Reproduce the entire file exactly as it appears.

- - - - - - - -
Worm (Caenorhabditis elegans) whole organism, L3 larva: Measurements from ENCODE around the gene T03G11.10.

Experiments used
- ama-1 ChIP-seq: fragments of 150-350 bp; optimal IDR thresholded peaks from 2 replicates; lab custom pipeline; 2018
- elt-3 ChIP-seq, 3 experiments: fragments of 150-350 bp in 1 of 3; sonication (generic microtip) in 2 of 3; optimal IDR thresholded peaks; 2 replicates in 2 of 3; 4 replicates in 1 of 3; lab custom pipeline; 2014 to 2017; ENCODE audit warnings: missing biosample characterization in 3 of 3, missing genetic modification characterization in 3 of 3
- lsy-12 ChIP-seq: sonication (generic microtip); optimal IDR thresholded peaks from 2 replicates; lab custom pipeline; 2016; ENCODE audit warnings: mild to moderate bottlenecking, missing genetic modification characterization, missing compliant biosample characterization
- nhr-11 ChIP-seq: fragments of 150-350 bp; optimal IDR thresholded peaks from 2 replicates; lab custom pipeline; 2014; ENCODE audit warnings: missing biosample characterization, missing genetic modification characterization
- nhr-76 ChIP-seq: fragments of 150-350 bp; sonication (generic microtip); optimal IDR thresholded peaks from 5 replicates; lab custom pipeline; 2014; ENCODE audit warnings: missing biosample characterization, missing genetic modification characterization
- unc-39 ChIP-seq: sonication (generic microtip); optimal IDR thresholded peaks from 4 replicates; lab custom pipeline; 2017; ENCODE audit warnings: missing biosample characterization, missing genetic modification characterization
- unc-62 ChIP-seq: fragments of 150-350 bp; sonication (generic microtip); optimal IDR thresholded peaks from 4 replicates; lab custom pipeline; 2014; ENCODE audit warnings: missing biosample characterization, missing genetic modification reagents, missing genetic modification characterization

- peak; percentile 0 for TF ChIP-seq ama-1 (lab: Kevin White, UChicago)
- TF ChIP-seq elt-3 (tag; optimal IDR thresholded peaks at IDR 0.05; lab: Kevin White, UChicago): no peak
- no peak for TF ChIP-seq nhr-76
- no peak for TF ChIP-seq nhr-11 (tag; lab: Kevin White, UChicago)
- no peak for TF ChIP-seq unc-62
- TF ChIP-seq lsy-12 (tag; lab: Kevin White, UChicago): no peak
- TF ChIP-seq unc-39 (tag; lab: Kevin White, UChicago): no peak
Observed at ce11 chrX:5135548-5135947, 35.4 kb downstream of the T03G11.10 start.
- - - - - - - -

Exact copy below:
Worm (Caenorhabditis elegans) whole organism, L3 larva: Measurements from ENCODE around the gene T03G11.10.

Experiments used
- ama-1 ChIP-seq: fragments of 150-350 bp; optimal IDR thresholded peaks from 2 replicates; lab custom pipeline; 2018
- elt-3 ChIP-seq, 3 experiments: fragments of 150-350 bp in 1 of 3; sonication (generic microtip) in 2 of 3; optimal IDR thresholded peaks; 2 replicates in 2 of 3; 4 replicates in 1 of 3; lab custom pipeline; 2014 to 2017; ENCODE audit warnings: missing biosample characterization in 3 of 3, missing genetic modification characterization in 3 of 3
- lsy-12 ChIP-seq: sonication (generic microtip); optimal IDR thresholded peaks from 2 replicates; lab custom pipeline; 2016; ENCODE audit warnings: mild to moderate bottlenecking, missing genetic modification characterization, missing compliant biosample characterization
- nhr-11 ChIP-seq: fragments of 150-350 bp; optimal IDR thresholded peaks from 2 replicates; lab custom pipeline; 2014; ENCODE audit warnings: missing biosample characterization, missing genetic modification characterization
- nhr-76 ChIP-seq: fragments of 150-350 bp; sonication (generic microtip); optimal IDR thresholded peaks from 5 replicates; lab custom pipeline; 2014; ENCODE audit warnings: missing biosample characterization, missing genetic modification characterization
- unc-39 ChIP-seq: sonication (generic microtip); optimal IDR thresholded peaks from 4 replicates; lab custom pipeline; 2017; ENCODE audit warnings: missing biosample characterization, missing genetic modification characterization
- unc-62 ChIP-seq: fragments of 150-350 bp; sonication (generic microtip); optimal IDR thresholded peaks from 4 replicates; lab custom pipeline; 2014; ENCODE audit warnings: missing biosample characterization, missing genetic modification reagents, missing genetic modification characterization

- peak; percentile 0 for TF ChIP-seq ama-1 (lab: Kevin White, UChicago)
- TF ChIP-seq elt-3 (tag; optimal IDR thresholded peaks at IDR 0.05; lab: Kevin White, UChicago): no peak
- no peak for TF ChIP-seq nhr-76
- no peak for TF ChIP-seq nhr-11 (tag; lab: Kevin White, UChicago)
- no peak for TF ChIP-seq unc-62
- TF ChIP-seq lsy-12 (tag; lab: Kevin White, UChicago): no peak
- TF ChIP-seq unc-39 (tag; lab: Kevin White, UChicago): no peak
Observed at ce11 chrX:5135548-5135947, 35.4 kb downstream of the T03G11.10 start.